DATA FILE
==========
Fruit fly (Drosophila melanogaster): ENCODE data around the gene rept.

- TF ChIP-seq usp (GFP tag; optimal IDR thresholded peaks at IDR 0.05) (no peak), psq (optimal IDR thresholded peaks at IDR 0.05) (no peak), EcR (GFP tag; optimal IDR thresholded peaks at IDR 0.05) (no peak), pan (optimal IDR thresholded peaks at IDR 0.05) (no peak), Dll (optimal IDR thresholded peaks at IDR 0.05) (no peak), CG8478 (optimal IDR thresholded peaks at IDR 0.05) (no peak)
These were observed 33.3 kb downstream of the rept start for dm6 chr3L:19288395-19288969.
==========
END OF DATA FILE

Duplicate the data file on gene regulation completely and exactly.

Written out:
Fruit fly (Drosophila melanogaster): ENCODE data around the gene rept.

- TF ChIP-seq usp (GFP tag; optimal IDR thresholded peaks at IDR 0.05) (no peak), psq (optimal IDR thresholded peaks at IDR 0.05) (no peak), EcR (GFP tag; optimal IDR thresholded peaks at IDR 0.05) (no peak), pan (optimal IDR thresholded peaks at IDR 0.05) (no peak), Dll (optimal IDR thresholded peaks at IDR 0.05) (no peak), CG8478 (optimal IDR thresholded peaks at IDR 0.05) (no peak)
These were observed 33.3 kb downstream of the rept start for dm6 chr3L:19288395-19288969.